- On 13 October 2020, the UK Export Control Joint Unit and the Department for International Trade published a quarterly report with licensing statistics on strategic export controls between 1 April and 30 June 2020. In this timeframe, there were 2,803 applicants for standard individual export licenses, 9.6% less compared to the previous quarter. For more information, click on the link provided.
3. United States of America
- On 8 October 2020, the US Directorate of Defence Trade Controls (“DDTC”) issued a FAQ clarifying the “see-through rule”, which refers to the impact of certain controls under the International Traffic in Arms Regulations (“ITAR”). More specifically, it refers to the fact that pursuant to ITAR, any person who intends to export or temporarily import a defence article must obtain the approval of DDTC. The “see through rule” refers to the fact that these controls “do not disappear simply because the defence article is integrated into another item”. “The ITAR “sees through” the larger system or end-item and continues to regulate that defence article”.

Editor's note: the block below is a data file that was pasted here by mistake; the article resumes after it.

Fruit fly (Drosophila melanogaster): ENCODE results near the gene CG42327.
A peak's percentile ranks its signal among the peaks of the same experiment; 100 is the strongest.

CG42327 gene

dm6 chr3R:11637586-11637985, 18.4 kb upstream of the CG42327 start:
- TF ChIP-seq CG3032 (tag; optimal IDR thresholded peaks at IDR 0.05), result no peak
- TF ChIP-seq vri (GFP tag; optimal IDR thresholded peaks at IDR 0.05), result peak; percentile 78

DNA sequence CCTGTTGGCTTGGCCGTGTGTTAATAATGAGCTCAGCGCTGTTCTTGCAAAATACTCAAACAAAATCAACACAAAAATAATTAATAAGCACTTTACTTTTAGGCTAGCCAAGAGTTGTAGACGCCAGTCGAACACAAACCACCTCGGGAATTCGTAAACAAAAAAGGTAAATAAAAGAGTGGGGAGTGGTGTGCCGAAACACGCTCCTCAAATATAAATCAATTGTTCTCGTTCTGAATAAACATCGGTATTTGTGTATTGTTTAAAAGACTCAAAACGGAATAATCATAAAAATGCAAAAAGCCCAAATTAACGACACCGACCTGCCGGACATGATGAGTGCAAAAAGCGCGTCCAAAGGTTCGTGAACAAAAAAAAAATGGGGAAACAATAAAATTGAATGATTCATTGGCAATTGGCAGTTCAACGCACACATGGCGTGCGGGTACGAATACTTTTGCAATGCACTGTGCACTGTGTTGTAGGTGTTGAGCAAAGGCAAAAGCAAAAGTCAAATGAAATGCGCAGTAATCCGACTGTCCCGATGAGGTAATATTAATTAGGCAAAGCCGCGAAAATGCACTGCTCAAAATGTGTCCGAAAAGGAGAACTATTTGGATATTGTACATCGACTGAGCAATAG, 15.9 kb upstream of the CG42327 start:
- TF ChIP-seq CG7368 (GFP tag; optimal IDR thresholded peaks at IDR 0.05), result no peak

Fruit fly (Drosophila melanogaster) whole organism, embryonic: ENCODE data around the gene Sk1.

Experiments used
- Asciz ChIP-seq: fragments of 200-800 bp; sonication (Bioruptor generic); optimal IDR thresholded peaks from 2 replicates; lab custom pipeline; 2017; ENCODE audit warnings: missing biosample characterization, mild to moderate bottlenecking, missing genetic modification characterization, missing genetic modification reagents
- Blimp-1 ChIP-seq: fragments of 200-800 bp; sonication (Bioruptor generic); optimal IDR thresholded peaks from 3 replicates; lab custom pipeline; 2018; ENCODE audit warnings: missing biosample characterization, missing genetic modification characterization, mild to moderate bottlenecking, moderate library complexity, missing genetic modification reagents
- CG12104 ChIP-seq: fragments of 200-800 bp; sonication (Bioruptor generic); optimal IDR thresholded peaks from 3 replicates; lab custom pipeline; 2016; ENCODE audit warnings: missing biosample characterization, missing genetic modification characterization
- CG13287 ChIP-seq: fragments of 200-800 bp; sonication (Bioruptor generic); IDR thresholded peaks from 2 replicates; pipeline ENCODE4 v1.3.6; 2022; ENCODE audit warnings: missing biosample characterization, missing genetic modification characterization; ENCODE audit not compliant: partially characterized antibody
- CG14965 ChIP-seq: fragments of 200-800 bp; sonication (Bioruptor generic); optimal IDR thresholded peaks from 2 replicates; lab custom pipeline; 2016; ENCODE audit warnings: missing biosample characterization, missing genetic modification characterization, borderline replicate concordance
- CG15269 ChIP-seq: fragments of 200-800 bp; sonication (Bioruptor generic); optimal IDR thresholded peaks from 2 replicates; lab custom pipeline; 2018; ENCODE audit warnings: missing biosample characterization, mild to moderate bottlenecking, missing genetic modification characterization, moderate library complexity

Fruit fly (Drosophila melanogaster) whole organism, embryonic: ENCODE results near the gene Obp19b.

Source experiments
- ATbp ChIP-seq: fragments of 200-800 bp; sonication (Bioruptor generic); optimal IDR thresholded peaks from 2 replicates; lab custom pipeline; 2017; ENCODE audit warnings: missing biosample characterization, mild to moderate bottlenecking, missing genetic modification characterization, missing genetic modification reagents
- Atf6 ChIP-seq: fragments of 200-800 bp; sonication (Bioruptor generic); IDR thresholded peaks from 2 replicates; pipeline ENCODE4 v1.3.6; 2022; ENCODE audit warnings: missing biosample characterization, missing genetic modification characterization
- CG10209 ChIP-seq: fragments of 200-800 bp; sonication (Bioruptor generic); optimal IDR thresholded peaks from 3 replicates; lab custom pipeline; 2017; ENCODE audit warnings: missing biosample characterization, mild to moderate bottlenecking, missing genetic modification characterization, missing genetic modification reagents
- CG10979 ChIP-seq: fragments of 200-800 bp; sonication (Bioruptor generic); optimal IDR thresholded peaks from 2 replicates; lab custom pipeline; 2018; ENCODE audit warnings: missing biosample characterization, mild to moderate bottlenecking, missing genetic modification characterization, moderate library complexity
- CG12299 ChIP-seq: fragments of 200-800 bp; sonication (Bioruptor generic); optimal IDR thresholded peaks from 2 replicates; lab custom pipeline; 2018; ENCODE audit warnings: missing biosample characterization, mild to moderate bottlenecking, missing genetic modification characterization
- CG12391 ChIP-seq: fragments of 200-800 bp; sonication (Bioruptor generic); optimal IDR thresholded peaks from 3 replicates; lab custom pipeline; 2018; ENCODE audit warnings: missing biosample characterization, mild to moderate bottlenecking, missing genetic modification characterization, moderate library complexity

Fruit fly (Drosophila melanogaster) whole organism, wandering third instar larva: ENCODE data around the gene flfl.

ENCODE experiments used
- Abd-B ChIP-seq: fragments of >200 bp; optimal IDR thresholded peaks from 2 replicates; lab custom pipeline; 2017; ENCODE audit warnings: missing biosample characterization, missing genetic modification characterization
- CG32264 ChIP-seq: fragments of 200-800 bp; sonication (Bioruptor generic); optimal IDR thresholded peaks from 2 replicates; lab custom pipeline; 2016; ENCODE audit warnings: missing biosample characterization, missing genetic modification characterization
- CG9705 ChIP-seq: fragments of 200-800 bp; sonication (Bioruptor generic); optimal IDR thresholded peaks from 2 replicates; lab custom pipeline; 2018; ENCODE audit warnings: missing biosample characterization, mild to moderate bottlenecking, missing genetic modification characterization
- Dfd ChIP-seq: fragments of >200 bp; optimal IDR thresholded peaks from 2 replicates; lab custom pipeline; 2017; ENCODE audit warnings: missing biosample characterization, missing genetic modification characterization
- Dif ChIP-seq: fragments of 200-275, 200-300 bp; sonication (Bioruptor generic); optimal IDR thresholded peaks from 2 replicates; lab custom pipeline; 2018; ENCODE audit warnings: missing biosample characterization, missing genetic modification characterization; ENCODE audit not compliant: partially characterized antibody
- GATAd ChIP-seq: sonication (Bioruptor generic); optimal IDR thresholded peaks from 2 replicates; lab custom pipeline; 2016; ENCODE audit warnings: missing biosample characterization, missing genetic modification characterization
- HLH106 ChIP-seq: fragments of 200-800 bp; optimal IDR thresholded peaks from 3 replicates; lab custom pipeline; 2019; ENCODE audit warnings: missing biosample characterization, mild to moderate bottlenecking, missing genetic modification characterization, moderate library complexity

- On 8 October 2020, the Trump Administration renewed its sanctions regime with respect to the situation in and in relation to Syria, in particular targeting Turkish military operations in Syria.
- On 15 October 2020, the Trump Administration released the “National Strategy for Critical and Emerging Technologies”, which outlines how the US will protect and promote US technologies in critical sectors such as energy, information science, military, space and communication. The Strategy aims to restrict such export to certain countries by ensuring that such technologies are adequately controlled under export laws and regulations, as well as under multilateral export regimes.
a. US – Iran Relations
- On 7 October 2020, the US Department of Justice seized 92 domain names which were unlawfully used by the Islamic Revolutionary Guard Corps (“IRGC”), a US-designated foreign terrorist organization. The domain names are said to have been used in a global disinformation campaign. According to the press release (see link), “four of the domains purported to be genuine news outlets but were actually controlled by the IRGC and targeted the United States for the spread of Iranian propaganda to influence United States domestic and foreign policy […] and the remainder spread Iranian propaganda to other parts of the world”.
- On 18 October 2020, US Secretary of State, Mike Pompeo, warned that the US will impose sanctions on anyone assisting Iran’s weapons program, after a decade-long UN arms embargo against Iran officially expired that same day.
4. Around the Globe